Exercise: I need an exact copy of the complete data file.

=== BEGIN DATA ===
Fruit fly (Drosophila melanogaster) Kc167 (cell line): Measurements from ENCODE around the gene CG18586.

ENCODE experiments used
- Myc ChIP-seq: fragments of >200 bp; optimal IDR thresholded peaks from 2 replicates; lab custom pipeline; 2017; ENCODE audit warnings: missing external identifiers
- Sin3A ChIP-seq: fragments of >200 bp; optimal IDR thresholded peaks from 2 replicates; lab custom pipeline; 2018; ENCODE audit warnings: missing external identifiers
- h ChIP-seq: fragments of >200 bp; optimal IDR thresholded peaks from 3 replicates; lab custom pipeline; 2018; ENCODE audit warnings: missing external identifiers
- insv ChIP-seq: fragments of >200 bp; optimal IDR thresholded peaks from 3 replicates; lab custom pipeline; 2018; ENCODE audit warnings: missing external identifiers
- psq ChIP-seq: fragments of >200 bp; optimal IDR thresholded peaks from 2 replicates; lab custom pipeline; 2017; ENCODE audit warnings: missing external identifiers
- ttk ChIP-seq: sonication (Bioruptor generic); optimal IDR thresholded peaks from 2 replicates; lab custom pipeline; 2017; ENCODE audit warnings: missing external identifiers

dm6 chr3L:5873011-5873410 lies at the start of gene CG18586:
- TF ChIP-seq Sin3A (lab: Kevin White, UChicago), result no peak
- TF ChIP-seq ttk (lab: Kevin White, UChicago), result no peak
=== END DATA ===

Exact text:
Fruit fly (Drosophila melanogaster) Kc167 (cell line): Measurements from ENCODE around the gene CG18586.

ENCODE experiments used
- Myc ChIP-seq: fragments of >200 bp; optimal IDR thresholded peaks from 2 replicates; lab custom pipeline; 2017; ENCODE audit warnings: missing external identifiers
- Sin3A ChIP-seq: fragments of >200 bp; optimal IDR thresholded peaks from 2 replicates; lab custom pipeline; 2018; ENCODE audit warnings: missing external identifiers
- h ChIP-seq: fragments of >200 bp; optimal IDR thresholded peaks from 3 replicates; lab custom pipeline; 2018; ENCODE audit warnings: missing external identifiers
- insv ChIP-seq: fragments of >200 bp; optimal IDR thresholded peaks from 3 replicates; lab custom pipeline; 2018; ENCODE audit warnings: missing external identifiers
- psq ChIP-seq: fragments of >200 bp; optimal IDR thresholded peaks from 2 replicates; lab custom pipeline; 2017; ENCODE audit warnings: missing external identifiers
- ttk ChIP-seq: sonication (Bioruptor generic); optimal IDR thresholded peaks from 2 replicates; lab custom pipeline; 2017; ENCODE audit warnings: missing external identifiers

dm6 chr3L:5873011-5873410 lies at the start of gene CG18586:
- TF ChIP-seq Sin3A (lab: Kevin White, UChicago), result no peak
- TF ChIP-seq ttk (lab: Kevin White, UChicago), result no peak